HC Deb 03 July 1995 vol 263 cc2-3
2. Mr. Hoon

To ask the Secretary of State for Transport what is his Department's policy in relation to British Rail being invited to tender for rail franchises. [30116]

The Minister for Railways and Roads (Mr. John Watts)

Under section 25 of the Railways Act 1993, the franchising director has the discretion to exclude the British Railways Board or any wholly owned subsidiary of the board from tendering for rail franchises.

Mr. Hoon

The Prime Minister says that Conservative Members of Parliament should vote for his sound management, his years of experience and, above all, his track record. Why do those principles not apply to British Rail's tendering for franchises?

Mr. Watts

The franchising director has decided that British Rail should not be allowed to bid for the first three franchises. He fears that other bidders would be deterred if British Rail were allowed to bid. I emphasise, however, that British Rail management teams—to which I think that the hon. Gentleman was referring—will not be excluded. Indeed, a number of management and employee teams have expressed an interest in becoming franchisees.

Sir Alan Haselhurst

Has not my hon. Friend made the exact point that, if British Rail is allowed to bid for each and every one of the franchises, the management teams will effectively be precluded from so doing—thus denying the possibility of innovative approaches?

Mr. Watts

My hon. Friend is entirely right.

Mr. McLeish

Is it not a scandal that British Rail should be excluded from seeking franchises on political grounds? More important, does the Minister accept that his policy of ensuring that 51 per cent. of train operators held franchises by May is now in tatters? Will he concede that, having spent £1.25 billion on privatisation, the Government have not managed to bring any of the train operators into the private sector? When will the Minister give up this meaningless exercise—or must we wait until the Secretary of State has been moved to another Department before someone will have the guts to abandon this crazy, lunatic idea?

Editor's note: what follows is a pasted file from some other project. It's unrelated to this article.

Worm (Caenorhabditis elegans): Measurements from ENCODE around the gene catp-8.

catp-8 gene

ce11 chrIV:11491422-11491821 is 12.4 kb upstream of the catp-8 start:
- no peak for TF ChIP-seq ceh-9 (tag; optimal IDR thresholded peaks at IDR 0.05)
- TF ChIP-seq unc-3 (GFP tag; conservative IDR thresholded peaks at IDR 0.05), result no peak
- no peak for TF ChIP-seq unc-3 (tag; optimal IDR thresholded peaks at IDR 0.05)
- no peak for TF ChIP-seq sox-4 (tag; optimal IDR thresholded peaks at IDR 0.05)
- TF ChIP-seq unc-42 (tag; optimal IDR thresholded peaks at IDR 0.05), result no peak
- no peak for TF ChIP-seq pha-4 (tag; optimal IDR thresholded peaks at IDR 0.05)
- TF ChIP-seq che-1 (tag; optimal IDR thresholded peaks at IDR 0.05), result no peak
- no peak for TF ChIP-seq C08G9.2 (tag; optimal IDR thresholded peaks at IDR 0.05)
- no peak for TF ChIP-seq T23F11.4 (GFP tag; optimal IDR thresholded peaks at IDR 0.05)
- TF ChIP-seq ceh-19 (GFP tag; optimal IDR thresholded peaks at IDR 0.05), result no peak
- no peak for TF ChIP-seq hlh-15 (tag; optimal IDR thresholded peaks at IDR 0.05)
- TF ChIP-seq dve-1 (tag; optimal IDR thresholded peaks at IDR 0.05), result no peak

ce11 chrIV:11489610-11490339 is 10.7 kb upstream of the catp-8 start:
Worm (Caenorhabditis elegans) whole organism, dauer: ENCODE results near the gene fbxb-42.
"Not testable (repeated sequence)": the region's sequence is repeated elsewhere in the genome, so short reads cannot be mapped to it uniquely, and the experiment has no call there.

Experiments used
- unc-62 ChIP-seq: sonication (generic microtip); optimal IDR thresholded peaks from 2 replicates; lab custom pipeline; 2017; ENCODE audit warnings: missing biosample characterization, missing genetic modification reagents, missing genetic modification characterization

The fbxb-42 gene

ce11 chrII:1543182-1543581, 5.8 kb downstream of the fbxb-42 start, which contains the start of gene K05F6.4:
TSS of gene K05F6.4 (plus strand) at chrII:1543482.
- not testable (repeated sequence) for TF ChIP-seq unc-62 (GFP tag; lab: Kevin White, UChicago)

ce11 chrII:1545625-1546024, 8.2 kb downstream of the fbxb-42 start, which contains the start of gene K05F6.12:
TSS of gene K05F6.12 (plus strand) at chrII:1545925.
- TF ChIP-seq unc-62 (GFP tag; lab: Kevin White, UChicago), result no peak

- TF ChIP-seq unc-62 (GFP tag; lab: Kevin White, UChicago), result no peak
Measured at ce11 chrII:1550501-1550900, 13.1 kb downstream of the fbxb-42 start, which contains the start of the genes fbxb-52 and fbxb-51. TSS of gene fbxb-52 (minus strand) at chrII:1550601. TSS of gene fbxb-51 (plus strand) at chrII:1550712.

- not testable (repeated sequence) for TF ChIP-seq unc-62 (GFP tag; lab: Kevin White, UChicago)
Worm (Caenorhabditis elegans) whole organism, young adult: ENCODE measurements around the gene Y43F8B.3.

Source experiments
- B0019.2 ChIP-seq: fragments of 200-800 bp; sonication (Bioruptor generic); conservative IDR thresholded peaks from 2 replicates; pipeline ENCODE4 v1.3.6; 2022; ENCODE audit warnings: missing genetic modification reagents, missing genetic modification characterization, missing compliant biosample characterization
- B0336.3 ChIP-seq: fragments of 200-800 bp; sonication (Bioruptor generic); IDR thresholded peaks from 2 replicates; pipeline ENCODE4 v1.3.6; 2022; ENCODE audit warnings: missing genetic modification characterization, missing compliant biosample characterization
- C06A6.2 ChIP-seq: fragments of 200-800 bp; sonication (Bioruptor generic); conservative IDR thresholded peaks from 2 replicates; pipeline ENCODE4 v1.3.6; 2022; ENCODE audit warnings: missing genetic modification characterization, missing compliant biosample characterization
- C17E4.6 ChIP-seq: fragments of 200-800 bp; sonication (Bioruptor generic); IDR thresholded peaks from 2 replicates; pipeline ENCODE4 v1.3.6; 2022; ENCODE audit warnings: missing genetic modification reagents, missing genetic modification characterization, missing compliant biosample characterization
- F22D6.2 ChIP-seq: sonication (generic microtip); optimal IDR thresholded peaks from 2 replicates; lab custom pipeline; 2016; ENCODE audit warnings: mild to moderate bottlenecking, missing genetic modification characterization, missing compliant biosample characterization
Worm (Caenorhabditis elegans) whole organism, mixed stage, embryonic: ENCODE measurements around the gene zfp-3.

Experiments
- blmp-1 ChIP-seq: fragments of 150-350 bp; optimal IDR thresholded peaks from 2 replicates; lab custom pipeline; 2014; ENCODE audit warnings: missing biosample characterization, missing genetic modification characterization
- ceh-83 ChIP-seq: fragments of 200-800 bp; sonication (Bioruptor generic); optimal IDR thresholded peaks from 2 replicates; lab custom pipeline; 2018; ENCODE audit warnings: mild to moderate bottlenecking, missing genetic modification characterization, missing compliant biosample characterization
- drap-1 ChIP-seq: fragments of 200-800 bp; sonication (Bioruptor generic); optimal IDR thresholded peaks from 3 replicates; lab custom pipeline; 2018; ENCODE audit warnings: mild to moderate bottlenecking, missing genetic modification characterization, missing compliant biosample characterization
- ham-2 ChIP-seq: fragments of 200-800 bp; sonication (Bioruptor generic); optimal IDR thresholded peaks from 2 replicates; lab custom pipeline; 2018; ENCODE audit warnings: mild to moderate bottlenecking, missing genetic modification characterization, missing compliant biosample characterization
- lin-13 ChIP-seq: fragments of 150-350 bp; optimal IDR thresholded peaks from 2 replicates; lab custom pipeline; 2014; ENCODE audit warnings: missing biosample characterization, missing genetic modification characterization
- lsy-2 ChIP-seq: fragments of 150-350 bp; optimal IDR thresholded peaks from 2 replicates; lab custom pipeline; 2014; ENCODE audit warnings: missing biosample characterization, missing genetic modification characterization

Mr. Watts

The answer to the last part of the question is never. I would never wish to abandon a policy that I believe would be of benefit to passengers and freight users. I must emphasise to the hon. Gentleman that there is no political involvement in those decisions. Indeed, my right hon. Friend the Secretary of State is specifically prevented from giving the franchising director objectives, instructions or guidance on the exercise of his powers under section 25 of the Railways Act 1993.

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